This weekend PMF and I cleaned an IBM 129 Card Data Recorder and were able to fairly reliably punch cards once we were done. When we started it would frequently jam during feeding, mis-feed during the punch, and not cleanly stack the cards in the output bin.
Most of the problem was thirty years of dust, card fiber and grime built up in the mechanisms. The output hopper was full of it and needed a good cleaning to reliably pick up cards into the output stack:
Adam and I upgraded Hexascroller to control 5 m of Adafruit RGB LED strip through a spare serial port connected to a Teensy 2.0 that drives the strip via SPI. Now when a new message is displayed, the accent lights switch to a bright flashing mode to attract attention, then they will return to soothing, slow color changing mode.
Click the “Read more” to see additional photos of the installation and setup.
Using Darrel Tan’s Programming the ATTiny10 instructions and a SOT-23 breakout board by Raphael, I was able to flash one of these very small MCU chips. Given the small package, these programmable devices can be dropped just about anywhere on a circuit that a transistor would be used.
Unlike Tan, my FTDI breakout cable does not have DTR, so the reset pin on the chip needs to be pulled low manually to put it into programming mode, and the pinout adjusted. Full instructions after the break…
Have you ever wondered how to make sense of hexdumps?
e1a02000e5d00000 e3500000012fff1e e3a00000e2800001 e7d23000e3530000 1afffffbe12fff1e
If so, then you should sign up for the introduction to assembly programming and reverse engineering class. You can learn assembly programming and machine architecture using reverse engineering techniques on your own code. In this class we will write code, compile it into an executable and then disassemble it to learn about registers, stacks, branches, function calls and argument passing, structs and other common idioms.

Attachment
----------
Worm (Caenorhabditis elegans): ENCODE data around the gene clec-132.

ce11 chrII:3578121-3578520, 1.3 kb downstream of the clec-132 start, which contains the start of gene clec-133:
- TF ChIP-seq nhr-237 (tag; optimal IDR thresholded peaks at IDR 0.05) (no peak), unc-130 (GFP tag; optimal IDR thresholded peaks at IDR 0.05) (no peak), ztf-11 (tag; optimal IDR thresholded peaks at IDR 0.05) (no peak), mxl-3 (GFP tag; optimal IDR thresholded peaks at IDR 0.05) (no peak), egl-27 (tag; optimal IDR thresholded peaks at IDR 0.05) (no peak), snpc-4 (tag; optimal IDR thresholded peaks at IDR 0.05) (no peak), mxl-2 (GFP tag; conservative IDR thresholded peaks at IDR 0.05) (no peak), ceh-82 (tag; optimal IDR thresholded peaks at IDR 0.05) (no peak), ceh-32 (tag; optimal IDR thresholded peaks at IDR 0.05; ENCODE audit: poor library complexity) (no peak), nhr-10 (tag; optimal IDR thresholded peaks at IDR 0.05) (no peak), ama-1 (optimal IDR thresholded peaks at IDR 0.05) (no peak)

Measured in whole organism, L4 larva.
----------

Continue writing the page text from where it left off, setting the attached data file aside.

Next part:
Experience with any programming language is required; the examples in the class with be in C, with dissassembly into ARM assembly. Bring your own laptop with arm-elf-gcc and associated binutils installed to follow along.
Catarina helped me build a prototype of a “Nixie” tube illuminated with electroluminescent wire. Unfortunately the wires are too dense and too dim to work well with the ten layers of thickness, so the prototype is a beautiful failure. The number frames are based on Futura and cut on our Epilog laser using my opensource epilog driver. Side view and SVGs follow.
I’ve been inspired by the Lasersaur project to try building an XY table for laser cutting, Makerbotting, and light duty milling. The brackets, motor mounts and carriages are all 3D printed on NYCR’s Makerbot Thing-o-matic. Today I was able to put most of the pieces together for a dry fitting and found a few bugs — the carriages have too much play and will bind if pulled from the side, so the pull-pull belts will need to be moved to the inside of the rails, which will require all the carriages to be redesigned. The good news is that the printed teeth to engage the belt are well positioned to secure the belt under the rails without any additional hardware.
One of NYCR’s most popular weekly events is Lunar Laser Mondays using our Epilog mini-35 laser cutter. The only supported system is Windows with CorelDRAW and Epilog’s closed source driver, which doesn’t seem right for a hackerspace. Luckily, AS220 Labs has figured out how to talk to the Epilog using PJL. I’ve written a command line tool, epilog, that will translate the Postscript file into commands for the cutter.
We had an all-day / all-night LAN party at NYCR yesterday, with over a dozen players in ioquake3 on a mix of OS X, Linux, and Windows machines. There were lots of pizzas, highly caffeinated beverages and one combatant had a full-sized monitor for the extra old-school feel. Everyone was on the WiFi network (and the quake server was running in the router), so there were not any Ethernet cables, making it a WLAN Party instead.